SUPERIOR — Nestled in the Sonoran Desert, with a backdrop of the Picketpost and Superstition mountains, the Boyce Thompson Arboretum State Park and Wallace Desert Garden offer miles of hiking trails and a chance to experience the beauty of the Sonoran Desert.
And with its new 13-acre garden as well as a new mission statement, the arboretum has grown during the months of COVID-19, expanding its membership base, increasing donations and attracting a record number of visitors.
About 100,000 people visit the arboretum every year, but by the end of 2020, a record 150,000 people are expected to pass through the gates.
Ann McKinnon, director of membership and development, said a trip to the park and spending time surrounded by beautiful trees, plants and flowers, is hard to resist, even during a pandemic.
“In the early days of COVID-19, we quickly adapted, requiring masks and limiting the number of guests,” McKinnon said. “I think during the lockdowns, people were looking to get out and experience nature. March and April is a beautiful time to see the park because all of the flowers are in bloom.”
COVID-safe precautions were put in place and although guided tours and other events were canceled during the pandemic, the park remained open. While tours and activities have resumed at the park, COVID-safe precautions remain in place. Masks are required to enter the park and its buildings as well as on guided tours, but they may be taken off when social distancing can be observed.
Work on installing the new Wallace Desert Garden was also completed amid the pandemic.
The 13-acre Wallace Desert Garden features more than 5,000 plants, including some unique and rare species that were collected by H.B. Wallace, who grew them in a garden in Scottsdale. After his death, the foundation responsible for caring for the plants accepted proposals from organizations interested in taking over the collection.
The Boyce Thompson Arboretum was one of several organizations to submit a proposal asking for the collection.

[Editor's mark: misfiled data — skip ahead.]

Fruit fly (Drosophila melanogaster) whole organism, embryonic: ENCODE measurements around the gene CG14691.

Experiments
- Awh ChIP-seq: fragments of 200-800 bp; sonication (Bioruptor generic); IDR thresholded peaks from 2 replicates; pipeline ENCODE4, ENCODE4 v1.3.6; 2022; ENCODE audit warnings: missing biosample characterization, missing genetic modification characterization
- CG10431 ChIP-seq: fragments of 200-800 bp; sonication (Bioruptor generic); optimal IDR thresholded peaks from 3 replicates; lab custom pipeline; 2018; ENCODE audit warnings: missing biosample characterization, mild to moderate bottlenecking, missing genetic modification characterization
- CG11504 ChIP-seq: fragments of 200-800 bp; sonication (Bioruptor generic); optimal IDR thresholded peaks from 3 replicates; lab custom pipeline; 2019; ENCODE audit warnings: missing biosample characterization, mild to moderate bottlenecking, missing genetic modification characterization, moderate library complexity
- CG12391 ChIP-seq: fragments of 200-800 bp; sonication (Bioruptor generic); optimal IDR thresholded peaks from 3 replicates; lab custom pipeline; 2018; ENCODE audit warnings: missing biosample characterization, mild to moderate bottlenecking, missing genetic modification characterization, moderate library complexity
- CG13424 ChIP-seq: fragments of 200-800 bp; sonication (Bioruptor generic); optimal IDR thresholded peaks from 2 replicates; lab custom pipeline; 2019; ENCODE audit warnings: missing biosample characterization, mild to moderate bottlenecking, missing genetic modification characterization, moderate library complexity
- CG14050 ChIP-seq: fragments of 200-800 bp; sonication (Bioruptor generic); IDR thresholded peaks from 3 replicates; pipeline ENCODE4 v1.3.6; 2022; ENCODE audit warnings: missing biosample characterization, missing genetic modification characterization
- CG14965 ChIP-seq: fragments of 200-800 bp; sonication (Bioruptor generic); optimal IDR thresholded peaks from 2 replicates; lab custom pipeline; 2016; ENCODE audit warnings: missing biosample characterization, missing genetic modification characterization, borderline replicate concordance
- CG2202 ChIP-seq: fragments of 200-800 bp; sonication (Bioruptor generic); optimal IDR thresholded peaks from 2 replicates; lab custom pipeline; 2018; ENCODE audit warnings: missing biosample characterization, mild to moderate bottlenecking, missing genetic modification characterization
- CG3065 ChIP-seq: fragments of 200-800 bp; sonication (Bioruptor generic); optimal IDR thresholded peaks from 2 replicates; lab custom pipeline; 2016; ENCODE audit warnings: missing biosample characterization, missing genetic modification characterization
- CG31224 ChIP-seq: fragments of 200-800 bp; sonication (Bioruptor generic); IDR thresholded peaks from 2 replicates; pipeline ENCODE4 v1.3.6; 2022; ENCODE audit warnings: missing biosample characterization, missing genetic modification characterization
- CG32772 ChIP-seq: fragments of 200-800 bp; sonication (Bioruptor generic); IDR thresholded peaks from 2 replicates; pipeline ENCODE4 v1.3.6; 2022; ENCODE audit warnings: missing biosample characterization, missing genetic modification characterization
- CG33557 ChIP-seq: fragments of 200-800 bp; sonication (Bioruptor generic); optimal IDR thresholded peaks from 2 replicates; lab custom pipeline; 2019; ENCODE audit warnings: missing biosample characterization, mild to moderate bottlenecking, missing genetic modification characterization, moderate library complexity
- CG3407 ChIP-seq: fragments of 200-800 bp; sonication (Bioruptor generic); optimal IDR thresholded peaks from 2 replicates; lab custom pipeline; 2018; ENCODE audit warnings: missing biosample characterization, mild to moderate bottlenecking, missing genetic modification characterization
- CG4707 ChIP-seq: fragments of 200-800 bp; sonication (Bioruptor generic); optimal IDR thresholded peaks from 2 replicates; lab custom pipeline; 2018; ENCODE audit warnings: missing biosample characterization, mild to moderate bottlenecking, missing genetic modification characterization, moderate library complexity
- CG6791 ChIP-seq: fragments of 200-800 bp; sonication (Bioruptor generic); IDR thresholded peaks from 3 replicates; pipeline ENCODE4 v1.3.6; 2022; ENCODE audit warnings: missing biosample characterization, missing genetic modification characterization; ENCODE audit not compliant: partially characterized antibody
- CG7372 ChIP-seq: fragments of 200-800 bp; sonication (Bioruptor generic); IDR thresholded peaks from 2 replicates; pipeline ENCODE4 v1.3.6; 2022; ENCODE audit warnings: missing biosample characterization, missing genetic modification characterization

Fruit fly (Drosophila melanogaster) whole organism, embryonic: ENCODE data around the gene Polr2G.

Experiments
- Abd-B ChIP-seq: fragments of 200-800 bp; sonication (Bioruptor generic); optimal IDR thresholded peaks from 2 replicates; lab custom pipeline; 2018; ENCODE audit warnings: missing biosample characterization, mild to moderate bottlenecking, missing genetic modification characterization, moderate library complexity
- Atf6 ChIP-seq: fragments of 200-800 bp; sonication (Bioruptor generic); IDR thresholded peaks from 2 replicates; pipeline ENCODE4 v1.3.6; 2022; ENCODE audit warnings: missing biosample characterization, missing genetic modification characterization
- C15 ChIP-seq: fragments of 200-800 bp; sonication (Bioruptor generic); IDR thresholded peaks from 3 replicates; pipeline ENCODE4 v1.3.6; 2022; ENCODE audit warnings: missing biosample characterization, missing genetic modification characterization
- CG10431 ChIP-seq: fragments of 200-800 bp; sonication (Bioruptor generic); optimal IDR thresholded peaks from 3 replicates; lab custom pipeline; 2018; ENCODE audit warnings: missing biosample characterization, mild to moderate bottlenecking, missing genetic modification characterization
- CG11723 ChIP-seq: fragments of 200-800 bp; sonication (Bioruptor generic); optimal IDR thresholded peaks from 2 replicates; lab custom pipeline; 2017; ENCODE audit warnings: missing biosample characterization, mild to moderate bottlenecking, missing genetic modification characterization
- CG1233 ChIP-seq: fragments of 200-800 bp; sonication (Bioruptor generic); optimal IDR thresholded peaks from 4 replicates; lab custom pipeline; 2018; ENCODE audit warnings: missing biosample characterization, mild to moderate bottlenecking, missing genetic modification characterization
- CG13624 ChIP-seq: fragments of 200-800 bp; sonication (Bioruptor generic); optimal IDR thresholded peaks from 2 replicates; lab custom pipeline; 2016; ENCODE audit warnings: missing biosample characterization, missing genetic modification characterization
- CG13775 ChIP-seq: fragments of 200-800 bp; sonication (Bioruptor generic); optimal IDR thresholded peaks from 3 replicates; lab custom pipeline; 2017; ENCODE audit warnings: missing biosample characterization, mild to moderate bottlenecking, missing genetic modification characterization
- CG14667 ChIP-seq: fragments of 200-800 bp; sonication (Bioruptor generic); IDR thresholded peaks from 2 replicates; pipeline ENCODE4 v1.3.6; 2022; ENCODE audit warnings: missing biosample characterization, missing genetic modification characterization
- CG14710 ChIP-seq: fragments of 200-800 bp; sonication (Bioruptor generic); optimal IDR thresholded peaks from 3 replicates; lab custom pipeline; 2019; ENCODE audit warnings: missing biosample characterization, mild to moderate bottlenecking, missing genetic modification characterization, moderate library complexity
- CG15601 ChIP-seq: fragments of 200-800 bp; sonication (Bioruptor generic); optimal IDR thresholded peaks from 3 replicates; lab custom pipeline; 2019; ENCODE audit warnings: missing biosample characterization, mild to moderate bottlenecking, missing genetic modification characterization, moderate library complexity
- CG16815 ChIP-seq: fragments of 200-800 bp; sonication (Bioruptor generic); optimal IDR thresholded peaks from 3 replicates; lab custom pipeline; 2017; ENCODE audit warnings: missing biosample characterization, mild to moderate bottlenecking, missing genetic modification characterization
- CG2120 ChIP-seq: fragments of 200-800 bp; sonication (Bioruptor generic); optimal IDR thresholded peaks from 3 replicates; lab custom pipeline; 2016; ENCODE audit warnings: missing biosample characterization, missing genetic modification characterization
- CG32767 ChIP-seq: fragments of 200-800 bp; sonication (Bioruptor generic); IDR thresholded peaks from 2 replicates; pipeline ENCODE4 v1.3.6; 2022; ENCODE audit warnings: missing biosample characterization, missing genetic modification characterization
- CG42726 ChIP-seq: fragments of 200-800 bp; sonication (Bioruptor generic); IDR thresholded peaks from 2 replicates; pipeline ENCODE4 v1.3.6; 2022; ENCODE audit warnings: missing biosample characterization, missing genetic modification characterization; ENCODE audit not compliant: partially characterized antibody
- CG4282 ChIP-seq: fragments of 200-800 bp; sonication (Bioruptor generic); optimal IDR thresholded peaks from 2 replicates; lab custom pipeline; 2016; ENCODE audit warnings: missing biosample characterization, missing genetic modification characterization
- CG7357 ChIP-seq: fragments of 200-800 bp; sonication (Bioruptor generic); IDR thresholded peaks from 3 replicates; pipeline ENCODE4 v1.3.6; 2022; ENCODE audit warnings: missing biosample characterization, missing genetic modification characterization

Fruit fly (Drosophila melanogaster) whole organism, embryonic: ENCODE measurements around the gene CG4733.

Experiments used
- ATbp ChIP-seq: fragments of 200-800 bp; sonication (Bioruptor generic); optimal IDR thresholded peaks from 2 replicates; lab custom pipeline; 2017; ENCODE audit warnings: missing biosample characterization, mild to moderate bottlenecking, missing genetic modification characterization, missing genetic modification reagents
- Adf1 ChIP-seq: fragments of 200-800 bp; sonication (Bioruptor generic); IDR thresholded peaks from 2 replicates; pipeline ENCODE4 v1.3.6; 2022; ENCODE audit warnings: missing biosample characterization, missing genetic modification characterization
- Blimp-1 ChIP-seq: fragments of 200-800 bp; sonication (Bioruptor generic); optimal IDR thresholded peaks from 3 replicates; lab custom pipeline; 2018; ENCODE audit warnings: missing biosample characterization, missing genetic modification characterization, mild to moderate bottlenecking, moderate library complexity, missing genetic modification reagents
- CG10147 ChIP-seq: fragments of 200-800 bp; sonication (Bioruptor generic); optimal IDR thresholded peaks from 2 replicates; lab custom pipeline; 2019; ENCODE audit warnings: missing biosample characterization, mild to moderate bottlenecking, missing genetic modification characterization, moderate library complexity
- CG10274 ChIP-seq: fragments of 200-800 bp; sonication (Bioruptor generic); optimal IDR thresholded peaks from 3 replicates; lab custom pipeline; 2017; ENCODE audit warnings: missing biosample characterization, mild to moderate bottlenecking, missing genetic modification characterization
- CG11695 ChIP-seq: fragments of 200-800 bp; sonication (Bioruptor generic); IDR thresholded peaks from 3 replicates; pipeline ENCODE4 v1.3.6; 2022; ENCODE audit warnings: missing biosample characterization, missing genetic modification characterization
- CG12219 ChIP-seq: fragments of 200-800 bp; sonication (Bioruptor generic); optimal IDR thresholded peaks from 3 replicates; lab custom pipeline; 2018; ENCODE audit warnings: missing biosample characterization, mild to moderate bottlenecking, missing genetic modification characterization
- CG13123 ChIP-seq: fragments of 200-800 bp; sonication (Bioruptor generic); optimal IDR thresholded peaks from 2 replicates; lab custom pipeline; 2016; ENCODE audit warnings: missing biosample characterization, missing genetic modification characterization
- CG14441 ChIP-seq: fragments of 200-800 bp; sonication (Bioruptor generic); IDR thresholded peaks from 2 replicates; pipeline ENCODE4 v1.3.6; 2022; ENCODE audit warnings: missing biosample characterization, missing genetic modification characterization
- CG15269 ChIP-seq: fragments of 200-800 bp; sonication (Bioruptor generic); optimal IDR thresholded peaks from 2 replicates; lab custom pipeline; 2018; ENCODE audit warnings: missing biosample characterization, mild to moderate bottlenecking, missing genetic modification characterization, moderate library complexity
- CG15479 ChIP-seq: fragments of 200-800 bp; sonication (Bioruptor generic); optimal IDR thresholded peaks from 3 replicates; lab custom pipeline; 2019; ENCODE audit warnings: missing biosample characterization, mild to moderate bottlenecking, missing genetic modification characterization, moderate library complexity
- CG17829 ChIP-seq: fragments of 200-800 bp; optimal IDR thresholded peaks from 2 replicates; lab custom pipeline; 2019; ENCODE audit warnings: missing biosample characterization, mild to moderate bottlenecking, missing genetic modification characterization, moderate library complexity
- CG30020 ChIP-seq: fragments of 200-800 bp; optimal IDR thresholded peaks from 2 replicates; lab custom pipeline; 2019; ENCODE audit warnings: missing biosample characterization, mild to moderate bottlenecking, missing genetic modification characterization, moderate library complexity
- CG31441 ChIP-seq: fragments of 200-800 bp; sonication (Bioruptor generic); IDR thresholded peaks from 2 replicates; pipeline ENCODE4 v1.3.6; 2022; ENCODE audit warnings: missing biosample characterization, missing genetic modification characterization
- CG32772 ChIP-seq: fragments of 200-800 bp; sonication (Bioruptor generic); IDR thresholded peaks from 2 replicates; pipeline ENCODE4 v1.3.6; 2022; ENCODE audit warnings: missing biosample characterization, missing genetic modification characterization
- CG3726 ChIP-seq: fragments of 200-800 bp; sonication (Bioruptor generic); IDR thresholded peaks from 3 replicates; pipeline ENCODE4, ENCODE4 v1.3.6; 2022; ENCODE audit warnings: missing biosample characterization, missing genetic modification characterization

“The foundation wanted to keep the plants together and make them publicly available. We had the space and the same climate,” McKinnon said. “We put in a request and we won.”
Removing 5,000 plants from their location in Scottsdale and moving them nearly 75 miles to the arboretum was a five-year project and took a lot of work, McKinnon said.
Each specimen had to be carefully tagged, boxed and transported. Some of the plants were fragile. Others were large, including several trees that were more than 30 feet tall.
Once they arrived at their new home at the arboretum, each plant needed to be transplanted with special thought given to layout and landscaping, McKinnon said.
“H.B. Wallace was a collector, not a curator,” she said. “We curated them and did a lot of landscaping. The garden looks fantastic.”
The garden features unusual trees and plants including some crested saguaros and a palo borracho tree, also known as a “drunken stick” tree.
“This is a beautiful tree with delicate flowers that have a red center,” McKinnon said. “But the trunk is something that’s amazing. It is studded with little prickles all over.”
The arboretum also acquired a collection of roses that Wallace collected for his wife. They are planted near the entrance of the new garden.
Acquiring the plants, and giving them a new home at the park, fit in with the arboretum’s new mission statement to protect plants, wildlife and ecology.
The organization recently rewrote its mission statement to read: “The mission of Boyce Thompson Arboretum is to inspire appreciation and stewardship of desert plants, wildlife and ecosystems through education, research and conservation.”
McKinnon said the mission includes striving to protect all parts of the desert ecology from the impact of climate change.
“It’s not just about plants and trees but about ecology and wildlife,” she said. “If one parts, it all fails. The new mission statement clarifies that we’re about stewardship as much as we’re about education and inspiration.”
Visitors to the Boyce Thompson Arboretum and Desert Wallace Garden may stroll or hike on their own or take part in a guided activity such as morning bird walks, general tours, historical tours and workshops. The park recently unveiled new programs and workshops including some virtual events.
Beginning on Nov. 12, morning yoga sessions will be offered in the gardens beginning at 9:30 a.m. The yoga class fee is $10 per class or $70 for eight sessions.
McKinnon said that a visit to the arboretum has restorative benefits as it offers a chance to reconnect with nature.
“People visit this park and are overwhelmed by the beauty,” she said. “Every bit of it is lovely.”
Some upcoming events at the arboretum are:
- Wild about Wildlife virtual lecture series, featuring Arizona Game and Fish biologist Jeff Meyers and staffer Cheyenne Dubiach talking about the area desert wildlife. The series is at 11 a.m. every third Saturday.
- Edible and Medicinal Plants tour,
- at 1:30 p.m. Nov. 14. Attendees will learn how plants such as prickly pear, agaves and other native species were used to feed, clothe and heal the people of the Sonoran Desert.
- Plants of the Bible Lands, 1:30 p.m.
- Nov. 15. Attendees will learn about plants in the park’s Mediterranean collection and their references mentioned in the Bible.
To register or for more information, visit the Boyce Thompson Arboretum website at btarboretum.org.